Energy justice is one of the most critical, and yet least developed, concepts associated with sustainability. Much has been written about the sustainability of low-carbon energy systems and policies - with an emphasis on environmental, ecomic and geopolitical issues. However, less attention has been directed at the social and equity implications of these dynamic relations between energy and low-carbon objectives - the complexity of injustice associated with whole energy systems (from extractive industries, through to consumption and waste) that transcend national boundaries and the social, political-ecomic and material processes driving the experience of energy injustice and vulnerability. Drawing on a substantial body of original research from an international collaboration of experts this unique collection addresses energy poverty, just invation, aesthetic justice and the justice implications of low-carbon energy systems and techlogies. The book offers new thinking on how interactions between climate change, energy policy, and equity and social justice can be understood and develops a critical agenda for energy justice research.
Karen Bickerstaff is senior lecturer in geography at Exeter University and leads the department's Environment and Sustainability Research Group. Her research interests centre on public engagements with technological risk, innovation and low-carbon transformations. Recent projects have examined nuclear waste policy and controversy in the UK, the efficacy of domestic energy efficiency interventions and the ethical dimensions of low-carbon energy technologies. She led the Interdisciplinary Cluster on Energy Systems, Equity and Vulnerability (InCluESEV), running from 2009 to 2012, which has fostered an international collaborative network developing new ways of thinking about, and researching, energy vulnerability and justice. Gordon Walker is professor of risk, environment and justice at the Lancaster Environment Centre, Lancaster University. He researches and writes across a wide agenda, including matters of environmental justice, energy demand, social practice, socio-technical transitions, community innovation and renewable energy technologies, and the governance of forms of 'natural' and technological risk. He has led a series of research projects on these themes funded by the UK research councils, the European Union and government departments. His most recent book is Environmental Justice: Concepts, evidence and politics, and he is currently co-director of the Dynamics of Energy, Mobility and Demand (DEMAND) research centre. Harriet Bulkeley is professor of geography at Durham University. Her research interests are the nature and politics of environmental governance, and focus on climate change, energy and urban sustainability. Her recent books include Cities and Climate Change: Critical introductions to the city (2013), Governing Climate Change (with Peter Newell, 2010) and Cities and Low Carbon Transitions (with Vanesa Castan-Broto, Mike Hodson and Simon Marvin, eds, 2011). She has undertaken a number of research projects funded by the ESRC, EPSRC and Leverhulme Trust, and is currently co-investigator for the Ofgem-funded Customer Led Network Revolution project on smart electricity grids (2011-14) and an ESRC project examining the role of China and Brazil in low-carbon transitions in southern Africa. Harriet was appointed an adviser to DECC in 2012, and she has undertaken commissioned research for the Joseph Rowntree Foundation, UNHabitat and the World Bank.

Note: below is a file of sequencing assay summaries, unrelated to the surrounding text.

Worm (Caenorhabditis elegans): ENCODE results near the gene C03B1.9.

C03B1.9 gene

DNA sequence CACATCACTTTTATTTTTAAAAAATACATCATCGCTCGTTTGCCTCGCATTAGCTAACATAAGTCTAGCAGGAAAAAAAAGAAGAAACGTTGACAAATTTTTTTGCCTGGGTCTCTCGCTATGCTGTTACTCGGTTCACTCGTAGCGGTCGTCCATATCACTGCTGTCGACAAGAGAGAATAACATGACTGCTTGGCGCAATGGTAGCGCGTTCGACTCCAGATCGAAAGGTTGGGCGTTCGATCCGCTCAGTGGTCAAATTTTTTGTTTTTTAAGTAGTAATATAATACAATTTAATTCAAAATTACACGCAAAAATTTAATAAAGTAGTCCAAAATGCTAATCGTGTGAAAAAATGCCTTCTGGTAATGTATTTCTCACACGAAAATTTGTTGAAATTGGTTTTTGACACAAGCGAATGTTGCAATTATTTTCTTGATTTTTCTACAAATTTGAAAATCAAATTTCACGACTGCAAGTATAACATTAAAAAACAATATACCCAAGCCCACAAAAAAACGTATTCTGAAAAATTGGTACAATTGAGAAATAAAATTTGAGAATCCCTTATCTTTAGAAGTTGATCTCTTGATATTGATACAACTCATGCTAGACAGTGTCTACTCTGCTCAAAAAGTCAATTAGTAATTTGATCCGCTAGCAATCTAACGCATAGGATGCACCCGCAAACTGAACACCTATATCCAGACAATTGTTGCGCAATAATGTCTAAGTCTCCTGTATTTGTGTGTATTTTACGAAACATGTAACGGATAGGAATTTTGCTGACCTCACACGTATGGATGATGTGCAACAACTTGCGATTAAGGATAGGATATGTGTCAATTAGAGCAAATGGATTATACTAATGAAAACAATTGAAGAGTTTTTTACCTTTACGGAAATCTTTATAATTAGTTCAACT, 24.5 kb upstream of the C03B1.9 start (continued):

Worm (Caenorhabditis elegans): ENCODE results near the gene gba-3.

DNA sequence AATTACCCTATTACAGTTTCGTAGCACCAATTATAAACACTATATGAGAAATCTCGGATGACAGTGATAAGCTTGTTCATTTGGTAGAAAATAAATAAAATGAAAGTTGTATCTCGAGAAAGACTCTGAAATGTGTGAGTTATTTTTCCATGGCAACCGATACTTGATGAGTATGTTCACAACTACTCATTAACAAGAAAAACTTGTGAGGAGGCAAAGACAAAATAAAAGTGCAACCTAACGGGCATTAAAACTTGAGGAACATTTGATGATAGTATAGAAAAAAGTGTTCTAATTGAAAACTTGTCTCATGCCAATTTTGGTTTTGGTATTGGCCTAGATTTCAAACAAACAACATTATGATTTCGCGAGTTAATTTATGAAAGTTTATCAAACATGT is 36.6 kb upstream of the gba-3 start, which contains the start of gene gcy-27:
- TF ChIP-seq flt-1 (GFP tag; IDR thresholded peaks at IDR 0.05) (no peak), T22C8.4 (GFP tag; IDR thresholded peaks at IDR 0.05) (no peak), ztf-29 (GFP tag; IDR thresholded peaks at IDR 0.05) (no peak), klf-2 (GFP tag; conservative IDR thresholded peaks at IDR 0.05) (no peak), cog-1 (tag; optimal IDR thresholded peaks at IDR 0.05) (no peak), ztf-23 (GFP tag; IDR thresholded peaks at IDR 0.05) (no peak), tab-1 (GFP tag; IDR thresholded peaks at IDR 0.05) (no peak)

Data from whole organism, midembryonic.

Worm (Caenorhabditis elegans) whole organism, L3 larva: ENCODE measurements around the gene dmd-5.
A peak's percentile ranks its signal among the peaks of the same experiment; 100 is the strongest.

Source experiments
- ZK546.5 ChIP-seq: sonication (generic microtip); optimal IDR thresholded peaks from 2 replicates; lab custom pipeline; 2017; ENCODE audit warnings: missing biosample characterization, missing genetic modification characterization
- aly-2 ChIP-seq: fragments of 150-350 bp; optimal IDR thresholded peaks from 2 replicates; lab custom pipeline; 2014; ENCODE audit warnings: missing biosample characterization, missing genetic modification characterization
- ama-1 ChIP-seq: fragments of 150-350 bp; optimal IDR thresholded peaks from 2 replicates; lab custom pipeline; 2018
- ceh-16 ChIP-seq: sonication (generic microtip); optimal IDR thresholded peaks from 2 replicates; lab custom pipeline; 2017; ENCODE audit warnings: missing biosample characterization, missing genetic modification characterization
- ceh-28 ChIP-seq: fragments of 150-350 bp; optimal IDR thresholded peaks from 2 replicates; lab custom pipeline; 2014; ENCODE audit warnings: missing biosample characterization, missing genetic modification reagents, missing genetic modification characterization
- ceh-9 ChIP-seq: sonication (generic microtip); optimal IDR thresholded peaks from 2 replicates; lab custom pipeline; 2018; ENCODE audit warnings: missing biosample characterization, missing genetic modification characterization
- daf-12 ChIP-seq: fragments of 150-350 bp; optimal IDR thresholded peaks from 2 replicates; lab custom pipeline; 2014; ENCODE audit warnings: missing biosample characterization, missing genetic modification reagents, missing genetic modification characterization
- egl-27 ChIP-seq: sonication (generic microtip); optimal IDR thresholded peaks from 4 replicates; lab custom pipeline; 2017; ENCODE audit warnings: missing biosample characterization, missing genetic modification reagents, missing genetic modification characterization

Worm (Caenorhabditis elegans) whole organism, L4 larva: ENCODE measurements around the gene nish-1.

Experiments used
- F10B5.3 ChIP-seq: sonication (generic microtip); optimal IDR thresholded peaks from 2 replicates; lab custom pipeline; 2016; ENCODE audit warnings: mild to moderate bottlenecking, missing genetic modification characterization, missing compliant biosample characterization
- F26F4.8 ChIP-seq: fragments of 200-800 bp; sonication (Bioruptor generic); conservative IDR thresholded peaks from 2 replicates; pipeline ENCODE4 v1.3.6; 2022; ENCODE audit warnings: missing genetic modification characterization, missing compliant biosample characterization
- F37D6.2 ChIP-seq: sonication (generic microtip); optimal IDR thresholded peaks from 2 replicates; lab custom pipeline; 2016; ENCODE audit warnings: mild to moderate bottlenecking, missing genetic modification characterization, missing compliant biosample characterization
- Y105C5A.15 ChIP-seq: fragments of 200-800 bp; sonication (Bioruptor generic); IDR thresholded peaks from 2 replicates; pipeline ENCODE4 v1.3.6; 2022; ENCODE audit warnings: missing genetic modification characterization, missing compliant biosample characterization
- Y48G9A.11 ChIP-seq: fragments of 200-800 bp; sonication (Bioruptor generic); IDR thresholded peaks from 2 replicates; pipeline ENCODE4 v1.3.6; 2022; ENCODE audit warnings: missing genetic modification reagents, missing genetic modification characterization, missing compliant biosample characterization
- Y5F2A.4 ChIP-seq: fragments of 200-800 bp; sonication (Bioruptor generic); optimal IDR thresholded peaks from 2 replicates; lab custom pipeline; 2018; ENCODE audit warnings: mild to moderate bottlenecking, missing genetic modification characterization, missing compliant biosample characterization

Zed Books Ltd
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Geography & Earth Science: Textbooks & Study Guides
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Zed Books Ltd
black & white tables, figures
Gordon Walker, Harriet Bulkeley, Karen Bickerstaff